Anderson most certainly situates new ways of understanding Marx’s analysis on colonialism and resistance. After all, colonialism essentially destroys all economic life in the occupied territories. As Marx noted,

“between 1783 and 1801 every branch of Irish industry flourished. The Union which overthrew the protective tariffs established by the Irish parliament, destroyed all industrial life in Ireland.” (Marx and Engels 1986b: 149; Anderson 2010a: 130)

In a world that wants both occupation as well as self-determination (many a time through terrorist means), Marx warns against these types of conspiratorial activities. On 13 December 1867, the Fenians attempted bombing outside Clerkwell Goal in London. Marx (1986c: 150), writing to Engels, called this a “very stupid thing.” He also claimed that the London masses would be “driven to the arms of the government party” (Marx 1986c: 150). The London proletarians should not be allowed to be “blown up” (Marx 1986c: 150). Such sort of
activity—Marx calls this “secret, melodramatic sort of conspiracy”—have a “kind of fatality” (Marx 1986c: 150).

After all, it is against this kind of fatality, driven by what Engels (1986: 150) calls “few specialized fanatics” who are in the “arson business” that Marxism should strive for. For Engels, these specialised fanatics’ motto is: “After all something must happen, after all something must be done.”

But, then, one cannot realise the “idea of liberating Ireland by setting a London tailor’s shop on fire” (Engels 1986: 150).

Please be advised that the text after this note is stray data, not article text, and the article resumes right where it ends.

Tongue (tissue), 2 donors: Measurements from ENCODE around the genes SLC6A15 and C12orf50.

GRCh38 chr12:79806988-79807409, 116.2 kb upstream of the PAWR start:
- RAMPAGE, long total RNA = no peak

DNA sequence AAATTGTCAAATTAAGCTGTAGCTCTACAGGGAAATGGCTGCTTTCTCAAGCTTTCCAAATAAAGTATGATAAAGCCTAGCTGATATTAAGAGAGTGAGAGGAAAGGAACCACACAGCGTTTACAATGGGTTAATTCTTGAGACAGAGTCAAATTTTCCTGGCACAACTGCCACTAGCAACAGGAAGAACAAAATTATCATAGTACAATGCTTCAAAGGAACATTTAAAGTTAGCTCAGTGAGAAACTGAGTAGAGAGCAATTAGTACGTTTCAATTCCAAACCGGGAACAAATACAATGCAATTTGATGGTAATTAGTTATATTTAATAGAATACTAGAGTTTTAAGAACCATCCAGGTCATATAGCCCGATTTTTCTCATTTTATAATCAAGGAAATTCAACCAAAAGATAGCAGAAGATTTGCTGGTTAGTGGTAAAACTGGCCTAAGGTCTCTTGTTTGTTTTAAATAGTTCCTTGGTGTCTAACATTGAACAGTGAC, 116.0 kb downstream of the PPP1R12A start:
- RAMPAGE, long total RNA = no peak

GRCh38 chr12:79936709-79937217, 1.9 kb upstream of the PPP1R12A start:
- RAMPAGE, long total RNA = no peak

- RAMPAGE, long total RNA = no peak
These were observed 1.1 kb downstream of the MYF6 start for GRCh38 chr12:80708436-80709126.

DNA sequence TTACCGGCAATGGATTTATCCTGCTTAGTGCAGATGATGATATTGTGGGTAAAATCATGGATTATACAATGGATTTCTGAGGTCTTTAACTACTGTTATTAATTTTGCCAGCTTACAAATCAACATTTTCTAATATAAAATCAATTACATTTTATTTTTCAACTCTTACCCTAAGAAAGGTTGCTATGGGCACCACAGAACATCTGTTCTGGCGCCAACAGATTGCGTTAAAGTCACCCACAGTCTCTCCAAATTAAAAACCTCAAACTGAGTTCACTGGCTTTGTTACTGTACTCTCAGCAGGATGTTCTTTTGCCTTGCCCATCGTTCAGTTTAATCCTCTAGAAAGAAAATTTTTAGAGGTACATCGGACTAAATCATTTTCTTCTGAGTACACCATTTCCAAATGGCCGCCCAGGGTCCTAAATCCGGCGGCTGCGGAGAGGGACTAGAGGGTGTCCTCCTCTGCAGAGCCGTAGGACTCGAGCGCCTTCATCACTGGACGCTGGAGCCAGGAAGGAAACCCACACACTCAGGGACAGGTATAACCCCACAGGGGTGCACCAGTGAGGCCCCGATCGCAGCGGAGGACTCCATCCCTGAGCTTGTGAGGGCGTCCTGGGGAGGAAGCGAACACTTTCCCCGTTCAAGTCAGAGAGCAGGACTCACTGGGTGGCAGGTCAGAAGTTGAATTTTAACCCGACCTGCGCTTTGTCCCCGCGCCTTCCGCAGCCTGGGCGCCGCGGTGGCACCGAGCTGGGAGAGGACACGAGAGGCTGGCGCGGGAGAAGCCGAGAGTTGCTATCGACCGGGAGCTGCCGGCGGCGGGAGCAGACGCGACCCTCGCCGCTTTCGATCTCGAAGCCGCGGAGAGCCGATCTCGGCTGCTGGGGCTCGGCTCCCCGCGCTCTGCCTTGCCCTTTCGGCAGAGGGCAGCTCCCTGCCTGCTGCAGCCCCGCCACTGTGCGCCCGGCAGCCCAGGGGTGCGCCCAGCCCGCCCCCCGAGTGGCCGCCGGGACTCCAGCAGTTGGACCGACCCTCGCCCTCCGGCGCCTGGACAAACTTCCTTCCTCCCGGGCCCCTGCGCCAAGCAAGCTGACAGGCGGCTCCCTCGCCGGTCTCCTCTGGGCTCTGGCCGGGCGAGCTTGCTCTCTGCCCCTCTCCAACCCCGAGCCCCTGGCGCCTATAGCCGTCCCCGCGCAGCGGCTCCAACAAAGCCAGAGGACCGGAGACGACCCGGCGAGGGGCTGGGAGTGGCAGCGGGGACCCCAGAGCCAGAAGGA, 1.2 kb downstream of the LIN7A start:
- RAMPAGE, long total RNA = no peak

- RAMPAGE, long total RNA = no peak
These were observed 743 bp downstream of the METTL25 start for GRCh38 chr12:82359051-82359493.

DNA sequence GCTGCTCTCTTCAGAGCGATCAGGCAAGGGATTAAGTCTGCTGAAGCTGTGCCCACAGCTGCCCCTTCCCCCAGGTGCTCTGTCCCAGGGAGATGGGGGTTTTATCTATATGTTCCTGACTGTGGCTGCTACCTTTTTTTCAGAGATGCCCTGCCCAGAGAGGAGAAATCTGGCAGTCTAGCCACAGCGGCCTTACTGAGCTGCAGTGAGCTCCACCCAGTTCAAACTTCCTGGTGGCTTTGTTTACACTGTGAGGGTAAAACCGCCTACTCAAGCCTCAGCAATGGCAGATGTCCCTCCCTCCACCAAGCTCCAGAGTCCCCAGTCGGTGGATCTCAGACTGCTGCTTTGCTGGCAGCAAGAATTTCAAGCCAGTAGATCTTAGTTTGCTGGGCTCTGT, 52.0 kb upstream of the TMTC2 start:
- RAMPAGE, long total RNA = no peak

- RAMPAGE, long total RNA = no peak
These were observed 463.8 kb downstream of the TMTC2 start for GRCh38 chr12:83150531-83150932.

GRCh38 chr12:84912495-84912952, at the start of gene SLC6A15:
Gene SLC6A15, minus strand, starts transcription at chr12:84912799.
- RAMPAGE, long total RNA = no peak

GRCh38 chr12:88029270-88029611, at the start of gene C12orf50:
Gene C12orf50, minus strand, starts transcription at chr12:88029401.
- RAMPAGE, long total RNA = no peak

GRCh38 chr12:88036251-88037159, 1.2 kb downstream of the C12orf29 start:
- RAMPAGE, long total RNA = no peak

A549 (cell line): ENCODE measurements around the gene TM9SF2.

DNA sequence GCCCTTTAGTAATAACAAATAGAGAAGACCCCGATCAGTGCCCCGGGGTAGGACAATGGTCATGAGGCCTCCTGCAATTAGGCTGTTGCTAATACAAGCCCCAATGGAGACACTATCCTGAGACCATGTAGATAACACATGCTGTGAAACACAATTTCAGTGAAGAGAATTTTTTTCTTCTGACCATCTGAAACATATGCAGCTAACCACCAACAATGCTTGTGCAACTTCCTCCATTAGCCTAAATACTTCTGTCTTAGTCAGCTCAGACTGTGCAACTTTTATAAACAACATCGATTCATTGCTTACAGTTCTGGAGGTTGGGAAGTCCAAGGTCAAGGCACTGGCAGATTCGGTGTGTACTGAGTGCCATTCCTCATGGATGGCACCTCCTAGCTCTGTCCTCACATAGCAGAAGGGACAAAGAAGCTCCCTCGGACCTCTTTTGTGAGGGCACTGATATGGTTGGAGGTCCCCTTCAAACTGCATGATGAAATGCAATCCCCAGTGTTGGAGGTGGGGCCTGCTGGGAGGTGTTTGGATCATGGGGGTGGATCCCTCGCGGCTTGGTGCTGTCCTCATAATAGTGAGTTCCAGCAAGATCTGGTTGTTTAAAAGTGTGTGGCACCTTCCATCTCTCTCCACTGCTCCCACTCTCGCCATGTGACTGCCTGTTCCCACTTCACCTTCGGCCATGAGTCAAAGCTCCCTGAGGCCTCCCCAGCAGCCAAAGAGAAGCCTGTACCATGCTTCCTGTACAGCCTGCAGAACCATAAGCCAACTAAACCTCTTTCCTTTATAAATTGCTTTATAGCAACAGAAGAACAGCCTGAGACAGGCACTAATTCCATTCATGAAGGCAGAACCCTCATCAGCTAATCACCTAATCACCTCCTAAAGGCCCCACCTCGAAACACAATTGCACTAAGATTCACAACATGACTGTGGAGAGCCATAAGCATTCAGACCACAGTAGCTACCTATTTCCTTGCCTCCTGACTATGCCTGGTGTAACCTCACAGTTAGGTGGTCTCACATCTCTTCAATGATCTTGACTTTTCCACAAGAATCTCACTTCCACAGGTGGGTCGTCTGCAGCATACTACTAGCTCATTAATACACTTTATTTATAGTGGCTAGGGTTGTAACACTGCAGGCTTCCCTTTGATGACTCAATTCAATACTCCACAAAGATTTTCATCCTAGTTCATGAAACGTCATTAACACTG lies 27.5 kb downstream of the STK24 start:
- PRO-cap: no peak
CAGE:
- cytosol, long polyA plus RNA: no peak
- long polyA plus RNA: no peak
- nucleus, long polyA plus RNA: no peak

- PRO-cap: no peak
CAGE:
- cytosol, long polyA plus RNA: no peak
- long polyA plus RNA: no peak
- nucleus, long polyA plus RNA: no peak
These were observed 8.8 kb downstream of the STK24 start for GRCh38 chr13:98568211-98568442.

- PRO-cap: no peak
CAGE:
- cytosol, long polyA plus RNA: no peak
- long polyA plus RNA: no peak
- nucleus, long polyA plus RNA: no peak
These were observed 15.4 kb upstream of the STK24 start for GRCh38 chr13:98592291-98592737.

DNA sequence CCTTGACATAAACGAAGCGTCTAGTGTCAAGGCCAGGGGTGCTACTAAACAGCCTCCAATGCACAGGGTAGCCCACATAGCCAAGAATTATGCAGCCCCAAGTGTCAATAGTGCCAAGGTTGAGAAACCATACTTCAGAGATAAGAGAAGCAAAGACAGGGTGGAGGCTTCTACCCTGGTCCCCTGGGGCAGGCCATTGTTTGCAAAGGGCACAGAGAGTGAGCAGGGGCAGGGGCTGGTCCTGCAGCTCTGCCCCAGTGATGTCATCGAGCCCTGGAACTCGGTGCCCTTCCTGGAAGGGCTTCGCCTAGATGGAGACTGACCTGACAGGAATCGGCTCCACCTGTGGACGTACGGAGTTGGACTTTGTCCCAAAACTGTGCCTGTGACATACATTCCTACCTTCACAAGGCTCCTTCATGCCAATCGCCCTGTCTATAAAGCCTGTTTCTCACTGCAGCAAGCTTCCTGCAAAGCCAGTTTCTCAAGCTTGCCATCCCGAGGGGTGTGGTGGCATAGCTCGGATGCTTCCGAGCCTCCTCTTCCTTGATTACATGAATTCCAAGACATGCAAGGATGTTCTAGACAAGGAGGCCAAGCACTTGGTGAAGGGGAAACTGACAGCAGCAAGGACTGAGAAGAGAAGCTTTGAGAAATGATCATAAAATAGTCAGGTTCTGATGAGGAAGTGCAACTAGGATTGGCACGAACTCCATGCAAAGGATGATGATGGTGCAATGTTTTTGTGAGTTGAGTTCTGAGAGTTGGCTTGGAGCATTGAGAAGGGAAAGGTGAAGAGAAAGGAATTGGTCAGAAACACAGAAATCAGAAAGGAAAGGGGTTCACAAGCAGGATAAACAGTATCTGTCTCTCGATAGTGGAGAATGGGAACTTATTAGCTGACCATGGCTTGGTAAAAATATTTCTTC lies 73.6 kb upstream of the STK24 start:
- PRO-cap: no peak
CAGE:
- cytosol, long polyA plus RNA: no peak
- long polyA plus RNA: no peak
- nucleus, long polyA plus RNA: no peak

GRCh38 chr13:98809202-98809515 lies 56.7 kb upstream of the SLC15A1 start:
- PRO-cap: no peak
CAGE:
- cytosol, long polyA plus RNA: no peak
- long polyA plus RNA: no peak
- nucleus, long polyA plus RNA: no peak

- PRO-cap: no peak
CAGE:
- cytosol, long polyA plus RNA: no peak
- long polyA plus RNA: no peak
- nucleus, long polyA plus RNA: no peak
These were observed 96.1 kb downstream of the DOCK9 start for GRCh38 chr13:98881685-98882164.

There is much more to Marx than what the 20th-century history presented him. Most certainly capitalism cannot be the “end of history” and most certainly Donald Trump cannot be the “last man.” But, then, it cannot be the case where Stalin and Stalinism could redeem history from the end of history and the last men. Anderson’s claim is that there has to be an alternative and there indeed is an alternative to the violent capitalist narrative. After all, it is necessary to state that bourgeoisdom (with its sorcery and conjuring tricks, as the authors of the Manifesto inform us) brings in “momentary barbarism” where “breaks out an epidemic” with “famine, a universal war of devastation” etched in its very cranium (Marx and Engels 1975: 40).

However, this time, the barbarism of bourgeoisdom may not be momentary. In a world that is probably turning almost suicidal in an apocalyptic sense, it is necessary to also understand Marx, as what Anderson calls, “a theorist of environmental modernity” (p 129). Maybe what Marx called the celebration of the “archaic” in the 1881 letter to Vera Zachlich, is this celebration of environmental modernity, a modernity that understands that humanity and nature have to synthesise.

But, is the world ready for this naturalistic-humanism? Or, do we want to transform ourselves from momentary barbarians to permanent ones?


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— (1986b): ‘‘To Frederick Engels, November 30, 1867,’’ Marx and Engels on Ireland and the Irish Question, Moscow: Progress Publishers.

— (1986c): ‘‘To Frederick Engels, December 14, 1867,’’ Marx and Engels on Ireland and the Irish Question, Moscow: Progress Publishers.

— (1990): Capital, Vol I, Trans Ben Fowkes, London: Penguin.

— (1993): Das Kapital, Erster Band, Berlin: Dietz Verlag.

Marx, Karl and Frederick Engels (1975): ‘‘The Manifesto of the Communist Party,’’ Marx and Engels: Selected Works, Moscow: Progress Publishers.

Renner, Karl (1978): ‘‘The Development of the National Idea,’’ Tom Bottomore and Patrick Goode (eds), Austro-Marxism, Oxford: Clarendon Press.

Rubel, Maximilien (1981): Rubel on Karl Marx: Five Essays, Trans and ed. J O’ Malley & K Algozin, Cambridge: Cambridge University Press.

Shanin, Teodor (2009): Late Marx and the Russian Road: Marx and the “Peripheries of Capitalism,” Delhi: Aakar Books.


Murzban Jal ([email protected]) is with the Centre for Educational Studies, Indian Institute of Education, Pune.